“Unforgettable” opens at a Malibu police station. An African-American detective and a uniformed patrol woman amass plenty of incriminating evidence against Julia Banks (Rosario Dawson of “Kids”) for the murder of Michael Vargas (Simon Kassianides of “Quantum of Solace”), her sadistic ex-boyfriend. Earlier, Vargas had been under a restraining order to stay away from her.  Julia cannot believe that the authorities may charge her with his murder.  She remembers stabbing Vargas in the thigh before she fled in hysteria from her house.  During their momentary but violent clash, Vargas slammed Julia’s face into a kitchen cabinet, and she brandished a knife.  Apparently, Vargas labored under the mistaken notion that Julia wanted to resume their relationship where they left off prior to the restraining order.  a digital literary magazine. After obtaining a restraining order against Vargas, Julia met a former Merrill Lynch stockbroker, David Connover (Geoff Stults of “Wedding Crashers”), who has invested everything in a microbrewery.  The two plan to marry, and Julia relocates to Malibu where David and his six-old daughter, Lily Connover (newcomer Isabella Kai Rice), reside in serenity.  Trouble arises because neither told Tessa Connover (Katherine Heigl of “27 Dresses”) about their plans.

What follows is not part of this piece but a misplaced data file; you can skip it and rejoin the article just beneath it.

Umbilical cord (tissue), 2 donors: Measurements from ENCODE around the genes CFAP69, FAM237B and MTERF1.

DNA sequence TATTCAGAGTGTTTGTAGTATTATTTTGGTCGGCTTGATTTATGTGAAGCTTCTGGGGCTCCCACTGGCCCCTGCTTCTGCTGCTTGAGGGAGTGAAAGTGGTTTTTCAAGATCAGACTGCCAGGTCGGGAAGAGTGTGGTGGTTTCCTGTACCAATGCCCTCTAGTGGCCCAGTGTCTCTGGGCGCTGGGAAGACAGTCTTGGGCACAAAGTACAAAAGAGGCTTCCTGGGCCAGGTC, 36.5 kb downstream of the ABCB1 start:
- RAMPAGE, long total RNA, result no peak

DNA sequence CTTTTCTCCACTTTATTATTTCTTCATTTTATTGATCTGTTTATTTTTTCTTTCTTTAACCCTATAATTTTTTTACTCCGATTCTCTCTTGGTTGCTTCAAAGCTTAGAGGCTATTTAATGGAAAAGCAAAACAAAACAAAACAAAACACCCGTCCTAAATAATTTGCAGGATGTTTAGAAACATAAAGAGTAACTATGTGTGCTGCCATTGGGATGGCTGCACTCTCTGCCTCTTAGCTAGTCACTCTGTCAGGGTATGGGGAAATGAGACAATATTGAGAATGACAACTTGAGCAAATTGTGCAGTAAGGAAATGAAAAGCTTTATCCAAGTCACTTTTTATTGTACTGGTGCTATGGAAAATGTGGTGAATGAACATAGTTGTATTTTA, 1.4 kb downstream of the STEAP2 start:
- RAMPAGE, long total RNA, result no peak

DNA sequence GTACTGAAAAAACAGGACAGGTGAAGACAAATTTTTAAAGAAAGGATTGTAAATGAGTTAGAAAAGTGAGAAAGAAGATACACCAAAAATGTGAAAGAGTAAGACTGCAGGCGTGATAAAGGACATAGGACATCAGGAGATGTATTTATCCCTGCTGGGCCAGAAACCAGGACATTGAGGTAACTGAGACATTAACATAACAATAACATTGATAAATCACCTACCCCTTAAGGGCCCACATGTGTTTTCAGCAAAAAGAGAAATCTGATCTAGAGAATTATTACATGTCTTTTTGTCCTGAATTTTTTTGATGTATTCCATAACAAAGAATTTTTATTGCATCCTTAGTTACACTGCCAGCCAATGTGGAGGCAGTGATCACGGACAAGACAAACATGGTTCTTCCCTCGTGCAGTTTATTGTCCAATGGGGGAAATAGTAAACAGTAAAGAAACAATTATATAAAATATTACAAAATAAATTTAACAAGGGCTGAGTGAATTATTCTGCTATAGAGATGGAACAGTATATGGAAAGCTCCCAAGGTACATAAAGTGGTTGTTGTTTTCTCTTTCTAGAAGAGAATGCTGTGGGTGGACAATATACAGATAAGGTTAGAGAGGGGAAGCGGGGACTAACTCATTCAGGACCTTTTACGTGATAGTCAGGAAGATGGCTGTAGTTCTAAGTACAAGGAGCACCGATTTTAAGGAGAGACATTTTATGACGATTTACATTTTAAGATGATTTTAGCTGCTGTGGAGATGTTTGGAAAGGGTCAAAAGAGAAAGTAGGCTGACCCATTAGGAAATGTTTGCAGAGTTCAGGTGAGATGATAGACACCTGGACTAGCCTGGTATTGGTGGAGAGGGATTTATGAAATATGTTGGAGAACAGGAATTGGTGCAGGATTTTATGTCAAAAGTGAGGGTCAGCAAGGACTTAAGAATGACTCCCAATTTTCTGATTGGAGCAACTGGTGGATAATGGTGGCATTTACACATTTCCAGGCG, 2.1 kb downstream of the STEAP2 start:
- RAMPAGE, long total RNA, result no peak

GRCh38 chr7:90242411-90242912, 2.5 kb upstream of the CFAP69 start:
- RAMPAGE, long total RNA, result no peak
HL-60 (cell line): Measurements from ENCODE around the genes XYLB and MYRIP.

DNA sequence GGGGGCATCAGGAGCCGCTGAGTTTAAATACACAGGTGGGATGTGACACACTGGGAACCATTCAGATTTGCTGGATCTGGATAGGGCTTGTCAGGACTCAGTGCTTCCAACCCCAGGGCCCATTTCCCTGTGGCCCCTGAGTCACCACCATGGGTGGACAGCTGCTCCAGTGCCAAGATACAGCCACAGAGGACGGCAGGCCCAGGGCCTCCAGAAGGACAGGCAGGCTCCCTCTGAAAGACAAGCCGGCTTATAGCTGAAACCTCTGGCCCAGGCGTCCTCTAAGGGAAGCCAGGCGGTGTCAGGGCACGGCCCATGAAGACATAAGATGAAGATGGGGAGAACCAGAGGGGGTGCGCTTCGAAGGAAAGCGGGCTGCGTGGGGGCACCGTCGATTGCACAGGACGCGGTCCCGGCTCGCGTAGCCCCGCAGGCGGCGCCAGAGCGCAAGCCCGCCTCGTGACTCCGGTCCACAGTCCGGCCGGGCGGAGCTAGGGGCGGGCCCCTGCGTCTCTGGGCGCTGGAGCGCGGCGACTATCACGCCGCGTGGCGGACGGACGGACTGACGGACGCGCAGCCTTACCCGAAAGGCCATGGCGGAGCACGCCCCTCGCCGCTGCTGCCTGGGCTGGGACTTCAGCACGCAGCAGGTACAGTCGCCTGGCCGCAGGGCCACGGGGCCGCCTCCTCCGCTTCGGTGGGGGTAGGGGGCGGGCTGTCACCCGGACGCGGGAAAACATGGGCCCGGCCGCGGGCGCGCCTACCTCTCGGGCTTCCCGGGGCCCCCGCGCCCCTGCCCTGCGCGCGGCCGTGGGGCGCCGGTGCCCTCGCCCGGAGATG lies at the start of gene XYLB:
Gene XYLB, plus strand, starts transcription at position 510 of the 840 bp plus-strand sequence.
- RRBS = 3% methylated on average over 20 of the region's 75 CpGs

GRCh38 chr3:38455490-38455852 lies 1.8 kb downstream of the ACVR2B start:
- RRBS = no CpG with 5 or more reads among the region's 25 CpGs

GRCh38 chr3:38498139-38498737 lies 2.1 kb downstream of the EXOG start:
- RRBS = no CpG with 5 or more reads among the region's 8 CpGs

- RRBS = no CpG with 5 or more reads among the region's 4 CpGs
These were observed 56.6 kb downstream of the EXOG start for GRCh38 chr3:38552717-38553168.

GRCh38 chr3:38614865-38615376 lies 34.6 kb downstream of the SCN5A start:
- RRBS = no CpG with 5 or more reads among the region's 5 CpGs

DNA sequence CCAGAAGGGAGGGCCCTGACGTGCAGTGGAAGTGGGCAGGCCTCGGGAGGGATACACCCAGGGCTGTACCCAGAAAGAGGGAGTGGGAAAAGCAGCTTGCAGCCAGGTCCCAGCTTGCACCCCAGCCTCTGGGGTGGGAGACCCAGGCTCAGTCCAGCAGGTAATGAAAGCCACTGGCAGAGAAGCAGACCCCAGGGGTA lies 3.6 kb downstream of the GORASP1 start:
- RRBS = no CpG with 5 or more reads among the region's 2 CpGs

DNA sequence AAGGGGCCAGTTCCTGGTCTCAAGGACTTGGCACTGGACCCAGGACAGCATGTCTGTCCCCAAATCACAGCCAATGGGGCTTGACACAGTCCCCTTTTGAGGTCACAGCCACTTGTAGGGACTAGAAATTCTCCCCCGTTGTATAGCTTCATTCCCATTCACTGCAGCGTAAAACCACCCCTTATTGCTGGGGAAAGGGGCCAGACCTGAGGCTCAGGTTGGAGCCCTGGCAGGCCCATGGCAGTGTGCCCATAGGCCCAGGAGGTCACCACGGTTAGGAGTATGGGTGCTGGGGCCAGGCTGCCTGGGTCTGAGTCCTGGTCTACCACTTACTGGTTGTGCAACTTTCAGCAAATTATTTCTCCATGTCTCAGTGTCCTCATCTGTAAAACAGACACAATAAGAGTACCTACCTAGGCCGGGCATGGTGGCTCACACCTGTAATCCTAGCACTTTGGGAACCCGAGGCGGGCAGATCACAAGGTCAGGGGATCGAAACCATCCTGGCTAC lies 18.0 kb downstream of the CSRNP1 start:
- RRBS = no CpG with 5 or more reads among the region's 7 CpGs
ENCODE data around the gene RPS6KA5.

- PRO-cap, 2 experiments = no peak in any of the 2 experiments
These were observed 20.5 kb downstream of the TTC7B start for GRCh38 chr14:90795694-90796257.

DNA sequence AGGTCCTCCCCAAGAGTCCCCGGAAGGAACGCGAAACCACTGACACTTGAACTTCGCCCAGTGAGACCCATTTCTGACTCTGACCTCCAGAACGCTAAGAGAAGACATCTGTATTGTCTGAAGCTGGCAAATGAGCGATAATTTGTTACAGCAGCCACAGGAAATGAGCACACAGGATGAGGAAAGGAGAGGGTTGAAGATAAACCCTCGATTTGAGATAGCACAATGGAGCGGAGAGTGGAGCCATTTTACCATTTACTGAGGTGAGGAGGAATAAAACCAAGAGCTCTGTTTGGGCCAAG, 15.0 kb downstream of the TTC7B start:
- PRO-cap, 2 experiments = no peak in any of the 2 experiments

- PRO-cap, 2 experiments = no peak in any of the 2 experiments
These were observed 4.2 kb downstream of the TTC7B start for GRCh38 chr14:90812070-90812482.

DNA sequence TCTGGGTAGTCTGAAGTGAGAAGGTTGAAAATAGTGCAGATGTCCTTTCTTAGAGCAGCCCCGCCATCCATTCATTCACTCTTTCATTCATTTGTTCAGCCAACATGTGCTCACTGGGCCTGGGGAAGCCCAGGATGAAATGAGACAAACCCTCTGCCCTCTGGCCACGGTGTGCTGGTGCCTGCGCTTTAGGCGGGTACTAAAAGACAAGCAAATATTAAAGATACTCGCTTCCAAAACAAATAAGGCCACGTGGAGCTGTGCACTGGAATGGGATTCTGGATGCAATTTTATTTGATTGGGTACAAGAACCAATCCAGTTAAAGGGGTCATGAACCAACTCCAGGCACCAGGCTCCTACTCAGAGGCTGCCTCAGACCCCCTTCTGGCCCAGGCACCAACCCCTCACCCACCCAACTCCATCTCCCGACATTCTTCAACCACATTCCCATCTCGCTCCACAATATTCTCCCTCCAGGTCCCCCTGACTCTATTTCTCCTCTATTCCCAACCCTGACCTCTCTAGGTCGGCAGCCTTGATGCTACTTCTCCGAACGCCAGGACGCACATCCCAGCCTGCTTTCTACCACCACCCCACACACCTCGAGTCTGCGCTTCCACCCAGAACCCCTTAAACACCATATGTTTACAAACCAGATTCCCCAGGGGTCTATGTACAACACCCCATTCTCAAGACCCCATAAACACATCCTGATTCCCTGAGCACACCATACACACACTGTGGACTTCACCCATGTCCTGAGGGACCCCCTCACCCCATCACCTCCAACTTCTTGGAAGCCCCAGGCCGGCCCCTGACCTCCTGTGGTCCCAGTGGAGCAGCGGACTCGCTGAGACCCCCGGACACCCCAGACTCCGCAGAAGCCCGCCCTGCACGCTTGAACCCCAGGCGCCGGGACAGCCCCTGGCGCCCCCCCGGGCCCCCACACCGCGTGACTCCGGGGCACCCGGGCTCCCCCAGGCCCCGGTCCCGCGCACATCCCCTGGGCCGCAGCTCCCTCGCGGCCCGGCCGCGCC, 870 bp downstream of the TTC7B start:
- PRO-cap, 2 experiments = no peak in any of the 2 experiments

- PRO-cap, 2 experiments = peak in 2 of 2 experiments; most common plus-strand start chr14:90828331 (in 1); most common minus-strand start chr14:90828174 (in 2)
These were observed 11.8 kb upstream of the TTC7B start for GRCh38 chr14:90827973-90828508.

As it turns out, Tessa Connover stands between Julia and her ex-husband David, and she abhors the idea that another woman will supervise her daughter.  Initially, Tessa appears reasonably hospitable when she welcomes Julia.  Beneath her false mask of affability, Tessa smolders with incendiary rage.  If ever English playwright William Congreve’s oft-paraphrased line “Hell hath no fury like a woman scorned” applied to a character, it applies to Tessa. Tessa is a fiend.  Tall, statuesque, her blond hair parted down the middle and draping like shorn curtains at her shoulders, Tessa is a model of physical perfection in outfits that fit her like a sheathe.  She resembles a trophy wife, but she is an overbearing witch.  She insists on having everything done to her specifications, and Julia can do nothing right, particularly with her impressionable daughter.  Not long after the two women encounter each other, things sour between them.   admits to Julia that she destroyed her own marriage when she cheated on David.  Now, David has custody of Lily, but the court has allotted Tessa a couple of days each week with Lily.  Tessa treats Lily like a captive, brushing her hair as if she were stropping a razor. When Lily warms up to Julia, Tessa cuts her hair severely and then blames everything on Julia.  Interestingly, Tessa suffered a similar fate as Lily because her own heartless mother, Helen (Cheryl Ladd of “Purple Hearts”), treated Tessa with the same affection that a drill sergeant reserves for recruits.  Tessa’s life revolves around a mirror, and Helen still expects her daughter to live up to the mirror.